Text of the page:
US-Nigerian author Chimamanda Ngozi Adichie spoke out in defense of freedom of speech and belief, against what she calls "the American Liberal Orthodoxy."
This re-ignited criticisms of her defense of JK Rowling, earlier this year, for standing up for women's rights.
Adichie said, "I think in America the worst kind of censorship is self-censorship, and it is something America is exporting to every part of the world. We have to be so careful: you said the wrong word you must be crucified immediately."
In an interview with the BBC, she said:
"I feel very wary of [cancel culture]. In general, the response to bad speech is more speech. If someone says something we don't like the answer is to say why we don't like it. The problem with no-platforming people, cancelling people, sometimes for the smallest things, it becomes something we do to ourselves. I wonder how many people are not saying what they think because they are terrified. How much are we not learning? How much are we not growing? The assumption is that we are supposed to know it all. In the US even asking a question can get you cancelled. It's incredibly lacking in basic compassion."
Maya Forstater weighed in on Adichie's very reasonable take.
'Woke' left commentators condemned Adichie for refusing to conform to their belief system. They tried to present her views as marginal when, in fact, they reflect mainstream opinion. Writing in Jezebel, in a piece filed under "Dirtbag," trans-identifying male writer Harron Walker described Adichie's opinions as "disappointing."
"Three years ago, the author faced deserved criticism for saying that she finds the idea that trans women are women 'difficult' to accept, countering that 'transwomen are transwomen' and that 'gender is not biology.' Hemming and hawing over this for years on end is so mind-numbingly dull. Just call me a dude and let us both get on with our days!"
Well, if you say so, Harron.
Predictably, Adichie's critics accused her of being an oppressor, of doing "white feminism," and of pandering to white readers. The attitude of woke commentators is that they make the rules for others to follow, which nobody should dare to question. Anyone who objects is smeared as uneducated, and bullied into backing down. A graduate of Oxford University, Adichie's alma mater, wrote
The only possibility which did not occur was that Adichie simply holds different, legitimate, beliefs which reflect biological reality, and that there is no duty on us to fall in line with prevailing orthodoxy.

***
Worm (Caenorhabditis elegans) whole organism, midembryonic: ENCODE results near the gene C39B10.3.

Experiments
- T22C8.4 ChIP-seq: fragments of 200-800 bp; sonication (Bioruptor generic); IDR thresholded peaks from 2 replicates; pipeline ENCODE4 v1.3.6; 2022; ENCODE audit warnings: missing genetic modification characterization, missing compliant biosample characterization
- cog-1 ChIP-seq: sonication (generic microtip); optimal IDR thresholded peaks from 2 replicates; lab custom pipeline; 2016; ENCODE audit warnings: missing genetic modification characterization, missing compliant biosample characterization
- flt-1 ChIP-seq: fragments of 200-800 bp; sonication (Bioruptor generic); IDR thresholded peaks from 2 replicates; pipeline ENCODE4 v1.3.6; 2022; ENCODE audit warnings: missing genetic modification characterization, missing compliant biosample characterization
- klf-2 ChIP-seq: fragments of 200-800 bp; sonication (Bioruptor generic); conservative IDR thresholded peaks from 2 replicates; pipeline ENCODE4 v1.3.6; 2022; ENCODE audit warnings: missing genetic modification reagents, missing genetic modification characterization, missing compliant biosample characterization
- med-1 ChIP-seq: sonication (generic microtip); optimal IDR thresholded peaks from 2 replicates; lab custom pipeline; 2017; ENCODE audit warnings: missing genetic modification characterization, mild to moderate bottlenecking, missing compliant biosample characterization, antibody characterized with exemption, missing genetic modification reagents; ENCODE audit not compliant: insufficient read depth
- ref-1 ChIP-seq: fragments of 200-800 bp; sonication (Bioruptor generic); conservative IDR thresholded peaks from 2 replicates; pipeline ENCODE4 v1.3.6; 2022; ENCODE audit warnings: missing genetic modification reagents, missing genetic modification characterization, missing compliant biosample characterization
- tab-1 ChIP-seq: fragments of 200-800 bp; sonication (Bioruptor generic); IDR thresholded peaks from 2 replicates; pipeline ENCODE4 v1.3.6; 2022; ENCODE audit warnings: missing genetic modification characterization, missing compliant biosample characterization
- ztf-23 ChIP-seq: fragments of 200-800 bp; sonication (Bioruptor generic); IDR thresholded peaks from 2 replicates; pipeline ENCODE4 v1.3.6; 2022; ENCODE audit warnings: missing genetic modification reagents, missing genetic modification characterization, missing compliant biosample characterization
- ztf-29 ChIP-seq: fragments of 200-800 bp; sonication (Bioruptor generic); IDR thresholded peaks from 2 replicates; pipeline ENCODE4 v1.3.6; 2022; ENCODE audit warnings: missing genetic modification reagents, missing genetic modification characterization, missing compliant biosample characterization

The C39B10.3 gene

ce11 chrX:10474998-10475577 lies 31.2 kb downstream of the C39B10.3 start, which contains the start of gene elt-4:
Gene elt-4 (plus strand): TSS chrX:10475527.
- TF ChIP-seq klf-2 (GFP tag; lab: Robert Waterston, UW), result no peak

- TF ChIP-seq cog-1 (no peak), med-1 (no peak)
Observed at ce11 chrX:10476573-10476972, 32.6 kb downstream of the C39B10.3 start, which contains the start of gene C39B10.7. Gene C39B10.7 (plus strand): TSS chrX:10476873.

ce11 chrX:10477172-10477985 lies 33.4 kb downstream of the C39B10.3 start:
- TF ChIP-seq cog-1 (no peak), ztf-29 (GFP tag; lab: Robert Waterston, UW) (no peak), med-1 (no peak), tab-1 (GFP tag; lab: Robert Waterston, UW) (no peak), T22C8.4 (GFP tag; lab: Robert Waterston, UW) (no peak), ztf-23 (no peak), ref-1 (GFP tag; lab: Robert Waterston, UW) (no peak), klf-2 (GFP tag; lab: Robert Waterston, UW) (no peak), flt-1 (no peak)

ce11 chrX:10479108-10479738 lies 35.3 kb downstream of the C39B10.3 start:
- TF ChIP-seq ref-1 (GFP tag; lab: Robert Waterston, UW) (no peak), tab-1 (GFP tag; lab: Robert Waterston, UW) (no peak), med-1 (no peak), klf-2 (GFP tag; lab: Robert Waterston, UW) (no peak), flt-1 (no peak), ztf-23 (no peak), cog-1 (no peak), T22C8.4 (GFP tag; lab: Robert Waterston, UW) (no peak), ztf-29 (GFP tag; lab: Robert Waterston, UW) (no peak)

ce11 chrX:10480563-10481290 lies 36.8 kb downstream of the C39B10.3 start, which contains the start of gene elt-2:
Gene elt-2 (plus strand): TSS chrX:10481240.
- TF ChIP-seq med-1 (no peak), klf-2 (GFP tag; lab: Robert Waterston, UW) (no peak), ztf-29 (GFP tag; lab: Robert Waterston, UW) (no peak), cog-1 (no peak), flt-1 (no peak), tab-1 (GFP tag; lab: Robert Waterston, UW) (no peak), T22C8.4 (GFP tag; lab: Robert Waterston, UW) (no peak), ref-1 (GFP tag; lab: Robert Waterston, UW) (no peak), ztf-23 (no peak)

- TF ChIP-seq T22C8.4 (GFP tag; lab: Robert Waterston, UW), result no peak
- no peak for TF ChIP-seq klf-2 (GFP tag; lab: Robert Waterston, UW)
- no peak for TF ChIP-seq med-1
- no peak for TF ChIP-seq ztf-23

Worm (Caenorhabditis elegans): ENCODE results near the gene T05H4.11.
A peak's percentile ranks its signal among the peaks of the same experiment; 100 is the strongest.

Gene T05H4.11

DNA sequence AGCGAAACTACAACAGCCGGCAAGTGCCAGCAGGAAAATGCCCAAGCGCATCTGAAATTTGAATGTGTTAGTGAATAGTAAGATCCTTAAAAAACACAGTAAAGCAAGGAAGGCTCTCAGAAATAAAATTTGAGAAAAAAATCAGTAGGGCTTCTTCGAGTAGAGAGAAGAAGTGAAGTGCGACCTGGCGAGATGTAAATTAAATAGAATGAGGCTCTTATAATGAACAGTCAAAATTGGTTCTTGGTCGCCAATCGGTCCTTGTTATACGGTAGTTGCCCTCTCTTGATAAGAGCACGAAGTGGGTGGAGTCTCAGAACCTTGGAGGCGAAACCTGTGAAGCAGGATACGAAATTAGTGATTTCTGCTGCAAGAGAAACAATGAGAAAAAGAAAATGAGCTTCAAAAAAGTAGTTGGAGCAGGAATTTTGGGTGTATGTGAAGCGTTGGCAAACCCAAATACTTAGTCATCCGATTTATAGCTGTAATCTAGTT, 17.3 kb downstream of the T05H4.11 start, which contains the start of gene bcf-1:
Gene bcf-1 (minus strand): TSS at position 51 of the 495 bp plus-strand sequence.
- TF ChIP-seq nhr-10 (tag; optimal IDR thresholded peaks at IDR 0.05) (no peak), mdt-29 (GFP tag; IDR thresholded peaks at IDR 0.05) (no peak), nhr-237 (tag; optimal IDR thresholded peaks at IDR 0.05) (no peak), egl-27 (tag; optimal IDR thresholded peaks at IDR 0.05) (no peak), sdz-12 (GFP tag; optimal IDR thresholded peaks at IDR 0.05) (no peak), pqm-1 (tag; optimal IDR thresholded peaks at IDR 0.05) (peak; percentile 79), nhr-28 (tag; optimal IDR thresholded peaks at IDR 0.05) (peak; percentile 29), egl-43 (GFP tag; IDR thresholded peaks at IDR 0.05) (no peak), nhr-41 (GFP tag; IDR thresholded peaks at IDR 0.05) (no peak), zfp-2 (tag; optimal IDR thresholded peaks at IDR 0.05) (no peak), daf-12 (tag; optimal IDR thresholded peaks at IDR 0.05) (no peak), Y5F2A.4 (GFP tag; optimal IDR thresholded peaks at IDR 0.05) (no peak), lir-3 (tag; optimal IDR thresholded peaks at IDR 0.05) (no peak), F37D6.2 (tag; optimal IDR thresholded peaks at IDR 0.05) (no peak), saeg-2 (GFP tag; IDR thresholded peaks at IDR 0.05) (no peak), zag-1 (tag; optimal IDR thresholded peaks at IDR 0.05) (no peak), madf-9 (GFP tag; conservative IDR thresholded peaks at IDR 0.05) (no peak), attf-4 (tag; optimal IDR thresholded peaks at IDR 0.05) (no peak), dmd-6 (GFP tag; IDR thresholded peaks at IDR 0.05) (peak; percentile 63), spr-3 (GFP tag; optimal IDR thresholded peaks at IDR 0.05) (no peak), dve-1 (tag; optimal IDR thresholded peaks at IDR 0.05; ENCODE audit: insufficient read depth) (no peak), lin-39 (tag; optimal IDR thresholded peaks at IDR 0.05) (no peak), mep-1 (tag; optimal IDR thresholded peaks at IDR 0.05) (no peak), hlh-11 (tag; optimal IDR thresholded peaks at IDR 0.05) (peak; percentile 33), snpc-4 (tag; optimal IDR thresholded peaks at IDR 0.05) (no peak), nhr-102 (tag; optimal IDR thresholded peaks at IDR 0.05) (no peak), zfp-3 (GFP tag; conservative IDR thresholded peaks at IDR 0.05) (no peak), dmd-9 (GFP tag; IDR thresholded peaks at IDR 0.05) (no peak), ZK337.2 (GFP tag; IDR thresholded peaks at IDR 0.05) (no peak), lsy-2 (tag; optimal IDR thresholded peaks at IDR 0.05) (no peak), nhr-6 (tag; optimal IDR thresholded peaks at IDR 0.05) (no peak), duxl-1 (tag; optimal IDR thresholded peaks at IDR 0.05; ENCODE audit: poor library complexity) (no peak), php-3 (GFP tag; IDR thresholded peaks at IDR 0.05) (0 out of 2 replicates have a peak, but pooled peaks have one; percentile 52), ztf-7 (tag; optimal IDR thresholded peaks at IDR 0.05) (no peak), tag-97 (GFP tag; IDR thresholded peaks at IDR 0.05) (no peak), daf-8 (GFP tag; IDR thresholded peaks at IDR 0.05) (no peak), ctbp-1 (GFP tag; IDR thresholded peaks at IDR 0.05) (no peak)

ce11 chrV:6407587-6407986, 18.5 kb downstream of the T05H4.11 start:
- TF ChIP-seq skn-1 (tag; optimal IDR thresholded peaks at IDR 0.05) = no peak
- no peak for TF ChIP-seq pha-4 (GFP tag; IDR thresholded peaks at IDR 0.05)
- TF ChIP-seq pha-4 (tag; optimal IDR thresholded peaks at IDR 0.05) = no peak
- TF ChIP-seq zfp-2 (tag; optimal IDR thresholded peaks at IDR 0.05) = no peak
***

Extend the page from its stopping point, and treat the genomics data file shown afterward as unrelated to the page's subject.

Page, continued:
She said "JK Rowling is a woman who is progressive, who clearly stands for and believes in diversity." She blamed social media for the extremity of the response, calling the witch hunt phenomenon "cruel and sad. And in terms of ideas, it is fundamentally uninteresting. The orthodoxy, the idea that you are supposed to mouth the words, it is so boring. In general, human beings are emotionally intelligent enough to know when something is coming from a bad place."
Rowling herself has not backed down from standing up for women's rights. On 27 August, she issued a statement that she was handing back the Robert F Kennedy Human Rights nonprofit's Ripple of Hope award after the foundation denounced her.
Kerry Kennedy made a statement on August 8 giving the foundation's reasons for giving the award to Rowling last year, a decision for which they came under fire after the author spoke out against the firing of Maya Forstater for saying that sex and gender are different.
Kennedy said "In 2005, [Rowling] founded Lumos, an international nonprofit NGO with a mission to move children worldwide out of orphanages and institutions and into loving family care by 2050. For her dedicated work on behalf of children, she received the Robert F Kennedy Human Rights Ripple of Hope Award in December 2019."
Kennedy went on to denounce Rowling in terms wearily familiar to any woman who has stuck her head over the parapet on this issue in the past decade. Rowling, she alleges, sinned in three ways. First, she made "deeply troubling transphobic tweets"; secondly, she wrote "glibly and dismissively about transgender identity"; and, third, she expressed thoughts which were "degrading trans people's lived experiences."
So, what did JK Rowling say which was so beyond the pale that an organization which gave her an award for services to human rights felt compelled to distance itself from her, all of a sudden? See if you can spot the sin:
In response, RFKHR tried to make their association with her disappear down the memory hole. On December 12, 2019, JK Rowling was honoured with the award. Then, on December 19, she first tweeted her support for the UK feminists fighting against legal reform to introduce self-identification of gender identity. Robert F Kennedy Human Rights stood by her, at that point.
When Rowling published her nuanced, compassionate essay on June 10, 2020, RFKHR didn't move to denounce her. Instead, on August 3 they began to erase any trace of their association with Rowling from their digital presence.